* Today in Black History – September 19 *
1865 – Atlanta University is founded.
1868 – White Democrats attack demonstrators, who are marching
from Albany to Camilla, Georgia, and kill nine African
Americans. Several whites are wounded.
1931 – Benjamin Franklin Peay is born in Camden, South Carolina.
He will become a rhythm and blues singer better known as
Brook Benton. He will amass 16 gold records and be best
known for the songs “A Rainy Night in Georgia” and “It’s
Just a Matter of Time.” He will join the ancestors on
April 9, 1988.
1945 – Freda Charcelia Payne is born in Detroit, Michigan. She
will become a singer whose hits will include “Band of
Gold” in 1970.
1947 – Lawrence “Larry” Brown is born in Clairton, Pennsylvania.
He will become a Washington Redskins’ running back and
the third NFL player to rush over 4,000 yards in his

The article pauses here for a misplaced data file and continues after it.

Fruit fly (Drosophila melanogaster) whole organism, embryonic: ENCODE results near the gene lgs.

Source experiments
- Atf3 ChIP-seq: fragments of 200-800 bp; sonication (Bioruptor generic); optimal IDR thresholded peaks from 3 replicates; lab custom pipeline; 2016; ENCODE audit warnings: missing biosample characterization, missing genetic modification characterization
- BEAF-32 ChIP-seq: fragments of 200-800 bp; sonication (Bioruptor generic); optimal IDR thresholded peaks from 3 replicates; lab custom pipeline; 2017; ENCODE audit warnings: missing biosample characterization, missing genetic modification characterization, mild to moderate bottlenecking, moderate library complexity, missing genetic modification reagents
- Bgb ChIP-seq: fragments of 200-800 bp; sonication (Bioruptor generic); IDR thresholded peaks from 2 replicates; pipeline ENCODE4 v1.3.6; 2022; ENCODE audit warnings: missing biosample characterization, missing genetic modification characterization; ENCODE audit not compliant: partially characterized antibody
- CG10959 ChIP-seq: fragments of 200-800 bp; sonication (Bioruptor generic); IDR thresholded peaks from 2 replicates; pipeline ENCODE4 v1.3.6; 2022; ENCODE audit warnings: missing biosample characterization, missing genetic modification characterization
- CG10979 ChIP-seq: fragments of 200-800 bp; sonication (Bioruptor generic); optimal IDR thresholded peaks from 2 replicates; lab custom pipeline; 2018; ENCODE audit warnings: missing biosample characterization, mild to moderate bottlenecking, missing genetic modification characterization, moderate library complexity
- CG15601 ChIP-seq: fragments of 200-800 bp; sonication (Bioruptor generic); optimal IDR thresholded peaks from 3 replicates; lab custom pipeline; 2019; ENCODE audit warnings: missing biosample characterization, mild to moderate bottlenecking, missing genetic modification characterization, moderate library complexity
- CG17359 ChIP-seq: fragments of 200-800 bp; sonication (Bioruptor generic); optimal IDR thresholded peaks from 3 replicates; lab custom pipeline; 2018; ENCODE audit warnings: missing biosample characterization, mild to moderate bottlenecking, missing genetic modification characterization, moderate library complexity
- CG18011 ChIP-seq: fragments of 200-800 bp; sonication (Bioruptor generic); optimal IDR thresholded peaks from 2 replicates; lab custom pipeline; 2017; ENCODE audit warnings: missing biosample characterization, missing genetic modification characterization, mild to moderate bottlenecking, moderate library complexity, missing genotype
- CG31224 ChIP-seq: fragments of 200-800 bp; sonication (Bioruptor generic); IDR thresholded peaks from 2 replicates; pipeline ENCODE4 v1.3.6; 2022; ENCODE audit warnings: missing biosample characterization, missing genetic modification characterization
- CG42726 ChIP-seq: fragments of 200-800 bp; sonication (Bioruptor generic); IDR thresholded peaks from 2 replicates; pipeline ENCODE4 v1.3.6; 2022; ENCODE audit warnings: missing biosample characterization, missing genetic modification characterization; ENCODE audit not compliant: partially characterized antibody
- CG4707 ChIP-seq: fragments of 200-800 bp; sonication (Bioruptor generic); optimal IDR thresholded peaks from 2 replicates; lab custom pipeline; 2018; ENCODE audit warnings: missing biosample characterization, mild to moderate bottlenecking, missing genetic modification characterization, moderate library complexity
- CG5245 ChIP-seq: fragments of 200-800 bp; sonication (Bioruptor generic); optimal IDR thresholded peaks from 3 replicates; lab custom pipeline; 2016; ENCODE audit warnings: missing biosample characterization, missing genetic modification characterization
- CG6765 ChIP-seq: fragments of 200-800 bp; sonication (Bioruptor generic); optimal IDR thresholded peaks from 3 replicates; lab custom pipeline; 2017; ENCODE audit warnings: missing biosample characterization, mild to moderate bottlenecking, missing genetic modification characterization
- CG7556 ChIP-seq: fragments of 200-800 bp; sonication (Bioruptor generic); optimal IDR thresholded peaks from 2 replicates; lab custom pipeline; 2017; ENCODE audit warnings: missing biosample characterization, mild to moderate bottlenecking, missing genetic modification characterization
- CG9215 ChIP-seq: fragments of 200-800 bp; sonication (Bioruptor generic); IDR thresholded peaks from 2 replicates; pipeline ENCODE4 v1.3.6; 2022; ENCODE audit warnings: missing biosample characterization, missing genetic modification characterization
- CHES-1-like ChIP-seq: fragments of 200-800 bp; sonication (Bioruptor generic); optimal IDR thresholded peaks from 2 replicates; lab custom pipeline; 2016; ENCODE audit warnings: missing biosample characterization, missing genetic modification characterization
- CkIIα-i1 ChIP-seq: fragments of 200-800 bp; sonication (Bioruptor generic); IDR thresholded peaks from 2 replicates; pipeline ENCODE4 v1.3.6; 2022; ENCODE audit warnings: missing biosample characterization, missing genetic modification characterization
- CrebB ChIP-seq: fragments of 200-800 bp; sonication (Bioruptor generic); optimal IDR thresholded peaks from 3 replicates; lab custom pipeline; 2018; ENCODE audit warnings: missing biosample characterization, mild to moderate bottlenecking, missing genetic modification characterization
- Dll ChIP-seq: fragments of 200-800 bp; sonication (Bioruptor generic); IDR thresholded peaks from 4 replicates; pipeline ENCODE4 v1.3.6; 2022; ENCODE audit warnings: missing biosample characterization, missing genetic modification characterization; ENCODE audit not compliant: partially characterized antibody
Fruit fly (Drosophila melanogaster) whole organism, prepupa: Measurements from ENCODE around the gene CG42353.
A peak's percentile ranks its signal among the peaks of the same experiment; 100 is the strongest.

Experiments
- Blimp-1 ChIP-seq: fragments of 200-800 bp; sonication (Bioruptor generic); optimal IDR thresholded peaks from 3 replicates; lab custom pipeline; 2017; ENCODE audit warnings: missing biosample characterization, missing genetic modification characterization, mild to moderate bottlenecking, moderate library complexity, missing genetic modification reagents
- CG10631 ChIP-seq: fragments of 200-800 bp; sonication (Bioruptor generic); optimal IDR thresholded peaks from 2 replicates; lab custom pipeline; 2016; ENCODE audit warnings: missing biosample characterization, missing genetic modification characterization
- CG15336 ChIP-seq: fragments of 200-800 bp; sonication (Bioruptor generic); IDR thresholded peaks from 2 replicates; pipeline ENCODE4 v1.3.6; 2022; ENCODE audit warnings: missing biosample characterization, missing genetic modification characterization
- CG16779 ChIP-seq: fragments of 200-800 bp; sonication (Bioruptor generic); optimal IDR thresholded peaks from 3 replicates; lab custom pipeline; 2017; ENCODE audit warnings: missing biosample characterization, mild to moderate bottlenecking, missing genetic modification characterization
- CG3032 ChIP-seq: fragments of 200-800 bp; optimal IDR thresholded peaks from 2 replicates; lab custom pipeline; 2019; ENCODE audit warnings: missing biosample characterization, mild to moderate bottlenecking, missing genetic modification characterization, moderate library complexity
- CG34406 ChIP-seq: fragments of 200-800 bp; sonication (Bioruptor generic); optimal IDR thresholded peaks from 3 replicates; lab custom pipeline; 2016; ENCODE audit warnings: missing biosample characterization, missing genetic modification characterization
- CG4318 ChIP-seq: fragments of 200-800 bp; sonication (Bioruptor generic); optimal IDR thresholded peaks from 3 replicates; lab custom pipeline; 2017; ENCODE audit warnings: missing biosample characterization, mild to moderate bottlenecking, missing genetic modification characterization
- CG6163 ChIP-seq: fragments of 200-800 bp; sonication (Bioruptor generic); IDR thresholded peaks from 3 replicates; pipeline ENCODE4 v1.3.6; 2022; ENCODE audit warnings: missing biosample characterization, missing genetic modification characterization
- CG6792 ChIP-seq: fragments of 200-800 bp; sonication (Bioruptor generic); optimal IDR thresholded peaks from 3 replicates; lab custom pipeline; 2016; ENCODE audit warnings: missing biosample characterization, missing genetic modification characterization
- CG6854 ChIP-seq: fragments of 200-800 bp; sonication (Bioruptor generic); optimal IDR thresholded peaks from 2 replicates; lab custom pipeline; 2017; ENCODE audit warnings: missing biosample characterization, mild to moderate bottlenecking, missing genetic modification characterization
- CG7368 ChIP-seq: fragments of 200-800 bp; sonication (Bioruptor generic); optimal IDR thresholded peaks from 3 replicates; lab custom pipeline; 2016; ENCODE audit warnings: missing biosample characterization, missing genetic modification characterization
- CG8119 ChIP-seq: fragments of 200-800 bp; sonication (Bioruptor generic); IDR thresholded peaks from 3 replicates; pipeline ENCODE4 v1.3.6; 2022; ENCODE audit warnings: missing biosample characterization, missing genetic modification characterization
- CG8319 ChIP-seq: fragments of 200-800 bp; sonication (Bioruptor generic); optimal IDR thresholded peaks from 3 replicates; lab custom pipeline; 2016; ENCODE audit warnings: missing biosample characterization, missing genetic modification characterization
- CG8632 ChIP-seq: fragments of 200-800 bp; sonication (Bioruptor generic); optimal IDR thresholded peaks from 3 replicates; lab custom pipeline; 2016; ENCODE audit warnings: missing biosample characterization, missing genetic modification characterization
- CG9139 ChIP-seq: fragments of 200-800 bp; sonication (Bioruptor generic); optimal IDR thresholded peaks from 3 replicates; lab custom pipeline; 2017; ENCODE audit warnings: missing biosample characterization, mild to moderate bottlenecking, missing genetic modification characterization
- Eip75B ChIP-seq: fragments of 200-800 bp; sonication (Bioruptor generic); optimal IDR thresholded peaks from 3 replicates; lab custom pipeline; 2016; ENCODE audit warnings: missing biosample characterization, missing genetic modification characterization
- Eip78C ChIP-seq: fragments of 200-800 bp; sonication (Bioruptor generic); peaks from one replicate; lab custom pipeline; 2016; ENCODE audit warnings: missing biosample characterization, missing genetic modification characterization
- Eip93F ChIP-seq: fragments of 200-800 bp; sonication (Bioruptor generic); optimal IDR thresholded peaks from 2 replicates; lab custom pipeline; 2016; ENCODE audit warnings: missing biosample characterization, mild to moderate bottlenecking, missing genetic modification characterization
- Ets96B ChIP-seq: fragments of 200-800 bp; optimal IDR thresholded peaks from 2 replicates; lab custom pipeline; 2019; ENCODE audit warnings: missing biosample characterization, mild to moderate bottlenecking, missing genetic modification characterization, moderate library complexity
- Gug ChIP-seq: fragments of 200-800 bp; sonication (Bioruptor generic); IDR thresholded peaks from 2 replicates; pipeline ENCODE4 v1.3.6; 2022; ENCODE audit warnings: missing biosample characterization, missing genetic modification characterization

first four professional seasons.
1956 – The first international conference of Black Writers &
Artists meets at the Sorbonne, in Paris, France.
1965 – Debbye Turner is born in Honolulu, Hawaii. She will become
Miss America in 1990, becoming the third African American
woman to wear the crown.
1981 – More than 300,000 demonstrators from labor and civil
rights organizations protest the social policies of the
Reagan administration in a Solidarity Day March in
1989 – Gordon Parks’s film “The Learning Tree” is selected among
the first films to be registered by the National Film
Registry of the Library of Congress. The National Film
Registry was formed by an act of Congress the previous
year to recognize films that are “culturally,
historically, or aesthetically significant.” Parks’s
1969 movie joins other classic films such as
“Casablanca,” “Gone With the Wind,” and “The Wizard of
1989 – The first issue of Emerge magazine goes on sale. Emerge,
founded by Wilmer C. Ames, Jr., covers domestic and
international news and issues from an African American
1994 – U.S. troops peacefully enter Haiti to enforce the return
of exiled President Jean-Bertrand Aristide.
Information retrieved from the Munirah Chronicle and is edited by Rene’ A. Perry